Improbable Event #1 - Poem by Ross Clark
for Jessica Stone
Halfway up the mountain
to my friend's place, the road
a decade unfamiliar to me
and darkness already cloaking
its curves and drops, I chanced
upon them, hazard lights blinking,
stopped ahead at the intersection.
Someone in trouble, or more likely
lost and I probably could not help,
map-bound myself and grateful
there was only one road up, but aware
that the turn-off might elude me yet.
I drew past, pulled up, walked back.
Young tourist or student gets out
and inquires of me, we are looking
for the glow-worm farm, and I wonder
who is playing a trick on eager Japanese;
but he hauls a lap-top, glowing green,
from the car and shows its location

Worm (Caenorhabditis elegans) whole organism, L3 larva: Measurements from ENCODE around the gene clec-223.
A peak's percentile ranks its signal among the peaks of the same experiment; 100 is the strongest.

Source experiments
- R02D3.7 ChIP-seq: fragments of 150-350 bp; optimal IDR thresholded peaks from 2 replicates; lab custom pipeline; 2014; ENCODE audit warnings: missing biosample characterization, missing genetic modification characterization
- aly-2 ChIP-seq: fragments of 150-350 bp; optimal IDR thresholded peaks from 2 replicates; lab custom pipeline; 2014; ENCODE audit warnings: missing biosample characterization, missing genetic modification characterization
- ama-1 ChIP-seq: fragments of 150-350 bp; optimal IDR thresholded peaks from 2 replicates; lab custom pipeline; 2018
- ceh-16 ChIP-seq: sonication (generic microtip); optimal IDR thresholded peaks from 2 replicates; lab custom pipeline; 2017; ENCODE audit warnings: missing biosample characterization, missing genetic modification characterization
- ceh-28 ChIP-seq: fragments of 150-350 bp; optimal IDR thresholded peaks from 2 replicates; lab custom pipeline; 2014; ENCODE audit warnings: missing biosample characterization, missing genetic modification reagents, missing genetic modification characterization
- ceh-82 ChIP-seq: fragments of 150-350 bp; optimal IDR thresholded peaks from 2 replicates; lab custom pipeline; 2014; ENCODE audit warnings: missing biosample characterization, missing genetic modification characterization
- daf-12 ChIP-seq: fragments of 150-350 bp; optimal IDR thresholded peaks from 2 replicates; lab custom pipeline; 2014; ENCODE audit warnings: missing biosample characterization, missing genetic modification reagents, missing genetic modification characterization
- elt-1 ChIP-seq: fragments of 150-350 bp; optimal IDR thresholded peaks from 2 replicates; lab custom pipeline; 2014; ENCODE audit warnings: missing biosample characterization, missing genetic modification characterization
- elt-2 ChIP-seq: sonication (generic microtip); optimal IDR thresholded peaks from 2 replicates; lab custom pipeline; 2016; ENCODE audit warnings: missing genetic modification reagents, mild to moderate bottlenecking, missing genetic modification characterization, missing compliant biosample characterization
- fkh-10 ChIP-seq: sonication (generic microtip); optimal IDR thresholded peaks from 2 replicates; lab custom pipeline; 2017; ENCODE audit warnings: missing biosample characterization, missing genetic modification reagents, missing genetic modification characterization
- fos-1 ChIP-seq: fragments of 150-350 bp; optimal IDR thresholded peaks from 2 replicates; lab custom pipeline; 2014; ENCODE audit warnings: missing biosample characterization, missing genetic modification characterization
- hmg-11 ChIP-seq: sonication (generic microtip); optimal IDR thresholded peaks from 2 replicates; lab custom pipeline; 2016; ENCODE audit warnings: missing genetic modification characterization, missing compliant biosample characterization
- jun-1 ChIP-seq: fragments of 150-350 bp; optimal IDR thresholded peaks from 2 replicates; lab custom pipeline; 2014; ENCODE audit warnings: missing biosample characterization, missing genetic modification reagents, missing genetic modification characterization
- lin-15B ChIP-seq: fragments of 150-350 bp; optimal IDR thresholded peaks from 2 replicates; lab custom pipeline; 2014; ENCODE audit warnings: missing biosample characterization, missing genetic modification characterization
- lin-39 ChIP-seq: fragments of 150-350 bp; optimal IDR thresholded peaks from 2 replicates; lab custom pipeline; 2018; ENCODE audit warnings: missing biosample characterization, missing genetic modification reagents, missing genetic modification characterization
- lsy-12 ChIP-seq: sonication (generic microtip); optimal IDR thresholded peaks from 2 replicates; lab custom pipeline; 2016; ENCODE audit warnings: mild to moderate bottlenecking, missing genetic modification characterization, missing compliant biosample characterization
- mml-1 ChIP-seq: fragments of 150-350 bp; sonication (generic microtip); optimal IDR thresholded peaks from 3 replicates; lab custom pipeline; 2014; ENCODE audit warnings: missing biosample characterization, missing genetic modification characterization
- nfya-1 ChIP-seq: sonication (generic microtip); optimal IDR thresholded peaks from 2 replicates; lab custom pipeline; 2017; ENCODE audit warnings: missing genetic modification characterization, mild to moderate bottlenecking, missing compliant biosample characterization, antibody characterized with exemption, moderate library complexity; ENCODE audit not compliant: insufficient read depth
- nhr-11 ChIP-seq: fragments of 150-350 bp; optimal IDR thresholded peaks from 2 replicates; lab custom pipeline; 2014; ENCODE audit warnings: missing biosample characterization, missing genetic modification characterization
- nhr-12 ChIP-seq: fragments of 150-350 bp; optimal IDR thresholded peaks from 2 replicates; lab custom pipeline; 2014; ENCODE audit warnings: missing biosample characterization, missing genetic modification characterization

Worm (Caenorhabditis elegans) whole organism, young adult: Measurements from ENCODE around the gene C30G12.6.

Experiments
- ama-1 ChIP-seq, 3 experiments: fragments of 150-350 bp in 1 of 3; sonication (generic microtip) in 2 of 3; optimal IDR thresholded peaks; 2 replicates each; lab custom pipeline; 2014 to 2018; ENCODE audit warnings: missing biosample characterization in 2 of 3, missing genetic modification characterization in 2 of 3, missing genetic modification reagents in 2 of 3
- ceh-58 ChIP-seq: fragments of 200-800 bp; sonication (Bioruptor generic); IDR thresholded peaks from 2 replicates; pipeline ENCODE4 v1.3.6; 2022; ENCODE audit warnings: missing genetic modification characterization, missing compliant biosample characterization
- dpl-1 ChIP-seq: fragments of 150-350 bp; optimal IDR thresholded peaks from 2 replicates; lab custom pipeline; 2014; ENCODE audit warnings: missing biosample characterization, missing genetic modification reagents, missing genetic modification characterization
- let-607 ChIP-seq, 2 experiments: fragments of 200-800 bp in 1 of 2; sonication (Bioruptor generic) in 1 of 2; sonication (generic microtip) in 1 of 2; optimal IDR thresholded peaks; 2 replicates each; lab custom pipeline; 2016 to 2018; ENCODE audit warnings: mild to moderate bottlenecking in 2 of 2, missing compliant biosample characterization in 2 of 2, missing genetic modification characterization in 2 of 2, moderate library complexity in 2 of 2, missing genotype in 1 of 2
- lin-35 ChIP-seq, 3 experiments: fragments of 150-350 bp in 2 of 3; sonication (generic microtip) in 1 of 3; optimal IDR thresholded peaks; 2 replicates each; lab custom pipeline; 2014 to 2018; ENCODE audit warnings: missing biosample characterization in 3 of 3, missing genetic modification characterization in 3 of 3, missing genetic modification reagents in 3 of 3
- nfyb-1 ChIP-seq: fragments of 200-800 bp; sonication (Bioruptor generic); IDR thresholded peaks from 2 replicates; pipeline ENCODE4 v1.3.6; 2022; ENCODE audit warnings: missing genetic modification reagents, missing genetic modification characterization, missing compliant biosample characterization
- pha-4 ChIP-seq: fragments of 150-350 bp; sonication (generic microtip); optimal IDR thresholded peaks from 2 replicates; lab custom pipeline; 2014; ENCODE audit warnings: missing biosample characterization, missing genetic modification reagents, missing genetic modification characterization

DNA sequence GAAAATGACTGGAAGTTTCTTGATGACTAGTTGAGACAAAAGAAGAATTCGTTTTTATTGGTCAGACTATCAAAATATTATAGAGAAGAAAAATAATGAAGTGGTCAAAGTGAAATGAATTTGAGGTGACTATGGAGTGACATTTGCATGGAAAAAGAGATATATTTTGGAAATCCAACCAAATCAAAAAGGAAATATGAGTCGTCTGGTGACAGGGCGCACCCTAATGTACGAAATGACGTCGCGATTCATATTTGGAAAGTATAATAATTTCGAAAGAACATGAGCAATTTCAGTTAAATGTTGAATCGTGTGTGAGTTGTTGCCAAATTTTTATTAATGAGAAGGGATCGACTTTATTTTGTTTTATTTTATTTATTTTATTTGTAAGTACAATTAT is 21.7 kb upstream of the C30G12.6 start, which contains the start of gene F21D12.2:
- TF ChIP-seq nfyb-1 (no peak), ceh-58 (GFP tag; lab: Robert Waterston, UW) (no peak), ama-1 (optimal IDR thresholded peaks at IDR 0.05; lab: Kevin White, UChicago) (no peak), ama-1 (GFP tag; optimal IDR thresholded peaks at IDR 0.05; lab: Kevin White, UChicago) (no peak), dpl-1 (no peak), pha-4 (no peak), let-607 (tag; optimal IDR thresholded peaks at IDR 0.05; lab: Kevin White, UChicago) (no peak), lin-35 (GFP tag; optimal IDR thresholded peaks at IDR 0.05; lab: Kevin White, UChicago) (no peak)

on the map he scrolls up and down.
They also cannot find their turn-off.
In their headlights I search
my fold-out map, compare it with
their screen, declare we both should
keep going, they may follow till I
turn off. (Why here, this husbandry
of glow-worms? And do they need
Minutes later I find my turn-off,
and several hands wave from
the hired Japanese car, now
just a few minutes from
their own destination.
Half-way up a mountain,
the lights of the coast behind them,
their tail-lights flickering,
their lap-top radiant,
they had waited in hope of
glow-worms. They were young,
and their map had promised them.
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